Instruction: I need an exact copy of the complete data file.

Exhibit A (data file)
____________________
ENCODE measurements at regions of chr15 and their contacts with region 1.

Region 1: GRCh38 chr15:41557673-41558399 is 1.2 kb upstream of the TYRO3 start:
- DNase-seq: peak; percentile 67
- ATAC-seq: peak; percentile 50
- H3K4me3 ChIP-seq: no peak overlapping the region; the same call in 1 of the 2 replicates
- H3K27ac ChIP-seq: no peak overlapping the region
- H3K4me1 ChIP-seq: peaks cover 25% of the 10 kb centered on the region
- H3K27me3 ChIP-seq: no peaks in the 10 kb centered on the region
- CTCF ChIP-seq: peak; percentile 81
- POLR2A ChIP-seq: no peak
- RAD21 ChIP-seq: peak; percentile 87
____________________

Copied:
ENCODE measurements at regions of chr15 and their contacts with region 1.

Region 1: GRCh38 chr15:41557673-41558399 is 1.2 kb upstream of the TYRO3 start:
- DNase-seq: peak; percentile 67
- ATAC-seq: peak; percentile 50
- H3K4me3 ChIP-seq: no peak overlapping the region; the same call in 1 of the 2 replicates
- H3K27ac ChIP-seq: no peak overlapping the region
- H3K4me1 ChIP-seq: peaks cover 25% of the 10 kb centered on the region
- H3K27me3 ChIP-seq: no peaks in the 10 kb centered on the region
- CTCF ChIP-seq: peak; percentile 81
- POLR2A ChIP-seq: no peak
- RAD21 ChIP-seq: peak; percentile 87